New research from the Strategies to Overcome and Prevent (STOP) Obesity Alliance sheds light on the challenges and opportunities for nonprofit hospitals to address obesity through community benefit activities. Nonprofit hospitals can use the insights offered in the paper to inform their decisions around obesity programming. The paper offers guidance on issues such as how to select community partners, how to determine the scope of an intervention, and which obesity-specific factors to take into account when developing programs. Findings included in the paper from the Alliance’s research team at the George Washington University School of Public Health and Health Services include a lack of proven community-based programs that directly address obesity in adults; a need to reduce stigma; and the value of effective partnerships.

Click here to read the paper.


The Latest “Weight and the States” Bulletin
hereThe latest installment of the “Weight and the States” bulletin is now available.  This edition focuses on what states, particularly state public health agencies, might consider doing to aid nonprofit hospitals.  Ensuring that local obesity efforts align with state efforts could help increase the efficacy and reach of public health efforts.  This bulletin explores ideas state public health departments could considering, including:
Identifying opportunities to work with their local public health counterparts and nonprofit hospitals throughout the Community Health Needs Assessment (CHNA) process to ensure that hospitals conduct appropriate health needs assessments.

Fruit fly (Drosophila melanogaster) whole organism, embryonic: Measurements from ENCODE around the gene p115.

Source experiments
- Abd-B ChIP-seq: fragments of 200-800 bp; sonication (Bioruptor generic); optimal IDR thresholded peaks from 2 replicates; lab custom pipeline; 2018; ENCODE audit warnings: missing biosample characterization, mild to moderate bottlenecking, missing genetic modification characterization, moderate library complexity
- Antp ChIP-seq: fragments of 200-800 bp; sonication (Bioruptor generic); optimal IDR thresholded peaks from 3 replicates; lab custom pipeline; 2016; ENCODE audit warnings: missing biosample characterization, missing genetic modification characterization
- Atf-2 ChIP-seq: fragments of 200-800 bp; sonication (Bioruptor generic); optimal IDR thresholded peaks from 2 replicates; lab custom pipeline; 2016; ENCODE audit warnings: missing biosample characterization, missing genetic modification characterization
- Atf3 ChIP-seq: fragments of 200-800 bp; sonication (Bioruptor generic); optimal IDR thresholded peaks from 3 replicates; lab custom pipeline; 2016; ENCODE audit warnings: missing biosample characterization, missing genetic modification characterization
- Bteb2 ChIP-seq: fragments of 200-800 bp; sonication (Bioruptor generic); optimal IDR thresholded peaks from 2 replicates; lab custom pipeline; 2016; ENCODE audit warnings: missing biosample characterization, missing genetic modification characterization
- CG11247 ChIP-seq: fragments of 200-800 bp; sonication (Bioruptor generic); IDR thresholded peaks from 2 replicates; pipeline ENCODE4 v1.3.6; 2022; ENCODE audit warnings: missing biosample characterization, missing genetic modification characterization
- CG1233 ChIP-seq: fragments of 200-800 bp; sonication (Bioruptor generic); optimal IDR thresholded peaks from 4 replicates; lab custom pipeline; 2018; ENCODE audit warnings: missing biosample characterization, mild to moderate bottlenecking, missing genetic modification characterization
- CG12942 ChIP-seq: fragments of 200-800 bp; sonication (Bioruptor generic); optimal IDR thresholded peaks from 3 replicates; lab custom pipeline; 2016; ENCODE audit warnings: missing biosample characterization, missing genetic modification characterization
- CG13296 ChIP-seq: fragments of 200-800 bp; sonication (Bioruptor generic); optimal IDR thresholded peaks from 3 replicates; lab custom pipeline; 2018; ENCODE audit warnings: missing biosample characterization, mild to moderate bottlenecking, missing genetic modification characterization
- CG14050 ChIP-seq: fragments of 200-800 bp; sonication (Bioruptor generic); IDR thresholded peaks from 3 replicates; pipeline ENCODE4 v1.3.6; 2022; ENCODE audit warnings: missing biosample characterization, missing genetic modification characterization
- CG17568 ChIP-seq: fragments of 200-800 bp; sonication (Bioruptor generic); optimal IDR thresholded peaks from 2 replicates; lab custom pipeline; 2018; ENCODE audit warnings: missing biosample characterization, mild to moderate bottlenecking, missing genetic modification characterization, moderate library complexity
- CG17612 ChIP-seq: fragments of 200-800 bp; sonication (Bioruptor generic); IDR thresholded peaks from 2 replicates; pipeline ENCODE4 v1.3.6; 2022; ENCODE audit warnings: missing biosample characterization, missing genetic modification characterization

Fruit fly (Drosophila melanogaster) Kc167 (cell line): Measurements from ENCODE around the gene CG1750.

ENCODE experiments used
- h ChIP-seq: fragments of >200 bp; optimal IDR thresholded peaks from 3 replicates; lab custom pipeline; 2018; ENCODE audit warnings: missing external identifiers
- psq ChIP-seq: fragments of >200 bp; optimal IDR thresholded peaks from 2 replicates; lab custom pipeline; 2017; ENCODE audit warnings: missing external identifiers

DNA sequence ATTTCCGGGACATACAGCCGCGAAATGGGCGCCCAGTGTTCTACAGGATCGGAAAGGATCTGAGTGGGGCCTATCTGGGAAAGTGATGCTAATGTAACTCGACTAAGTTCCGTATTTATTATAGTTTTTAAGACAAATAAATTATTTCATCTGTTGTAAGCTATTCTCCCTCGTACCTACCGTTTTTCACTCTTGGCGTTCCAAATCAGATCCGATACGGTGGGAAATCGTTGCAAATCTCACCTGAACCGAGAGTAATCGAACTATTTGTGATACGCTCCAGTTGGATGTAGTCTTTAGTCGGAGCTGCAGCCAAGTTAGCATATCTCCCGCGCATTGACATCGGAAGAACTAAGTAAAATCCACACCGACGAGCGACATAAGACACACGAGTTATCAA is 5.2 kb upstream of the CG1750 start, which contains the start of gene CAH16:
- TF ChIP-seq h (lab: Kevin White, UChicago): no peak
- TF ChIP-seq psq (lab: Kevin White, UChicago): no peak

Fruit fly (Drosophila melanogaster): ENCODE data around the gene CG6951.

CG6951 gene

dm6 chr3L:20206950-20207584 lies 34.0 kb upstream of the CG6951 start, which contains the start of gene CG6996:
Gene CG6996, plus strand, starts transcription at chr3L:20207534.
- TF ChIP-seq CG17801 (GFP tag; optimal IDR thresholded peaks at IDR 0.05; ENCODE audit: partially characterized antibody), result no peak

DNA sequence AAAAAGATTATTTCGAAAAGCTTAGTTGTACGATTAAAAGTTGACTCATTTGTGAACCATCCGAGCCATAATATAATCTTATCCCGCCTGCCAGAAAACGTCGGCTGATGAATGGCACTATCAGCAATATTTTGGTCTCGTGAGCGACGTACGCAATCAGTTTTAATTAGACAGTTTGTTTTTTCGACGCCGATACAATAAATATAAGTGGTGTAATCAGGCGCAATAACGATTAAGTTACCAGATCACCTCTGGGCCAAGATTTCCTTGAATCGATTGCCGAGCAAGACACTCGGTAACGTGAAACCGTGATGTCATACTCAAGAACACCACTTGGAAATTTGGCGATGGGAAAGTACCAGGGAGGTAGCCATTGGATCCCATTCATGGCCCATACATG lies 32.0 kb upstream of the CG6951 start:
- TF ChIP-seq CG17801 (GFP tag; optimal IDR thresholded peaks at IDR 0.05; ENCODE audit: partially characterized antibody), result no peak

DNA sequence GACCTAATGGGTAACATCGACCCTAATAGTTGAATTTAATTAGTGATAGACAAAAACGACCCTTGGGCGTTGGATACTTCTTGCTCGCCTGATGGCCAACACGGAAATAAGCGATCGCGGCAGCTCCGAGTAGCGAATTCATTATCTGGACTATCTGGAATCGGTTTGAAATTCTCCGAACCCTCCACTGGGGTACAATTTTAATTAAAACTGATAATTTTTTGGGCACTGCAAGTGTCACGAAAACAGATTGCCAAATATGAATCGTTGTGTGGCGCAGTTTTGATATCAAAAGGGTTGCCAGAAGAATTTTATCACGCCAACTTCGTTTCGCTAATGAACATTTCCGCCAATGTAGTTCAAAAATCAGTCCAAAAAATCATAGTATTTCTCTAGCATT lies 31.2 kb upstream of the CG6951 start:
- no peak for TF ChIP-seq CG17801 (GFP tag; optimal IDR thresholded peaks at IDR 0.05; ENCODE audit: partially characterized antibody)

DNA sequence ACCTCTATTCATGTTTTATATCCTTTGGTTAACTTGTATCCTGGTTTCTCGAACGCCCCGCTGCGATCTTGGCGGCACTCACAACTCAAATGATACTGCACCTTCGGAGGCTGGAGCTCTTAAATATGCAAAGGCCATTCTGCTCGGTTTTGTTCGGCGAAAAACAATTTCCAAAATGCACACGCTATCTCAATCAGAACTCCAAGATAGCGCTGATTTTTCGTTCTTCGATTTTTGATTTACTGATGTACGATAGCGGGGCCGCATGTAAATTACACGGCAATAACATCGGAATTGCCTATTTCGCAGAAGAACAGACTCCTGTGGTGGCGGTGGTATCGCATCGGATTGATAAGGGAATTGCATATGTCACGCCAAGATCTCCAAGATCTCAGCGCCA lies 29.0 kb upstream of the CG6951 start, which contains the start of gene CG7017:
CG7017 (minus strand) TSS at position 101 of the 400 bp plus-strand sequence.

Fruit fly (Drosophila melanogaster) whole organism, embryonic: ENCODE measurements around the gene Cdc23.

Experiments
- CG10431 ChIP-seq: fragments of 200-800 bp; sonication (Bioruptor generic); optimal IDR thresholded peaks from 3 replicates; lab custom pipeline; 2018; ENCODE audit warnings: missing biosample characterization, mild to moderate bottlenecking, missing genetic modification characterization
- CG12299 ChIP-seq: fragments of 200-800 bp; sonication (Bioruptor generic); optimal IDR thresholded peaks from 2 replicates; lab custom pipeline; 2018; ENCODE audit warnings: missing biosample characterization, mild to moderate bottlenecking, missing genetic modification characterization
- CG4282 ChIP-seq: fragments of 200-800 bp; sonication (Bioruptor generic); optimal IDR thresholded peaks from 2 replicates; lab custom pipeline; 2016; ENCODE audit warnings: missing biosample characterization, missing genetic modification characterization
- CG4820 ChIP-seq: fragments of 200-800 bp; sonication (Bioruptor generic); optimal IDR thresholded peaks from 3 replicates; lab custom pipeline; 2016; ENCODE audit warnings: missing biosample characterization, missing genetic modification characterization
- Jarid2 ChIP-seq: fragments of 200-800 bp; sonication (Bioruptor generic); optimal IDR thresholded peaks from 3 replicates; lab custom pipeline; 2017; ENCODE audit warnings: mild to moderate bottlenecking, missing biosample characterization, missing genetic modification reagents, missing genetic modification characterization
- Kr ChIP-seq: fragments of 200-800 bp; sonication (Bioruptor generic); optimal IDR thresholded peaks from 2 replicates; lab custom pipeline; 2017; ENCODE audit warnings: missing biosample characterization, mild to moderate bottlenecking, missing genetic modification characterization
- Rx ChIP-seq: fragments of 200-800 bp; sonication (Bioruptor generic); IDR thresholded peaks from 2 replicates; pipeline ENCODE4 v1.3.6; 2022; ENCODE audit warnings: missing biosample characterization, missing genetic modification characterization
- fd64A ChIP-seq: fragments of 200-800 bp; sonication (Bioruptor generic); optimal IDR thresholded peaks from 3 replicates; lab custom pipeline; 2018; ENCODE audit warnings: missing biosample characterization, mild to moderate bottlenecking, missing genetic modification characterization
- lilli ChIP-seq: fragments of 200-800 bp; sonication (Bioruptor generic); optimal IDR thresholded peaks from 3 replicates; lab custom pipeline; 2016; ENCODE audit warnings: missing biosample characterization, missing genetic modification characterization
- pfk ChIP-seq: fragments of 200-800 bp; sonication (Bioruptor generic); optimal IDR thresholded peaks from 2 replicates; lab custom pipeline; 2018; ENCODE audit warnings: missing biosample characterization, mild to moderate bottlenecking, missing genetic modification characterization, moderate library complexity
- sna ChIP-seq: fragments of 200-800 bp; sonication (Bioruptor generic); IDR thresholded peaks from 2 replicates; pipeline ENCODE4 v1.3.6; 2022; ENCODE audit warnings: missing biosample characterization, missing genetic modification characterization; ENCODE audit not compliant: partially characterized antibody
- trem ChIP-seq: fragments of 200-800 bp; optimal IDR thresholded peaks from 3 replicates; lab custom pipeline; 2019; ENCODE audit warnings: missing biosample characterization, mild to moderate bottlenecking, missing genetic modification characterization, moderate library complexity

Looking for ways to participate in nonprofit hospitals’ strategic implementation planning and provide appropriate technical expertise based on each community’s identified health needs.

The latest installment of the “Weight and the States” bulletin is now available. This edition focuses on what states, particularly state public health agencies, might consider doing to aid nonprofit hospitals. Ensuring that local obesity efforts align with state efforts could help increase the efficacy and reach of public health efforts. This bulletin explores ideas state public health departments could consider, including:

  • Identifying opportunities to work with their local public health counterparts and nonprofit hospitals throughout the Community Health Needs Assessment (CHNA) process to ensure that hospitals conduct appropriate health needs assessments.
  • Looking for ways to participate in nonprofit hospitals’ strategic implementation planning and to provide appropriate technical expertise based on each community’s identified health needs.

Click here to view the bulletin.


The Latest “Weight and the States” Bulletin

The latest installment of the “Weight and the States” bulletin is now available. In this issue, the STOP Obesity Alliance’s research team at The George Washington University finds as states move in 2013 and work towards putting health reform into place, there is still a lack of coverage for obesity intervention services. The researchers also found some states are working towards streamlining their obesity prevention efforts.

Click here to view the bulletin.


“Weight and the States” – Fall 2012

This installment of the “Weight and the States” bulletin helps state leaders in processing the impact of the Medicaid expansion decision on coverage for obesity prevention and treatment. We compiled information about where states currently stand on Medicaid expansion, what factors are important to states when considering whether or not they will expand eligibility, and current coverage for obesity prevention and treatment.

Click here to view charts depicting Medicaid Fee-for-Service Treatment of Obesity Interventions in the U.S. by state.

Click here to view the bulletin.


“Weight and the States” – Summer 2012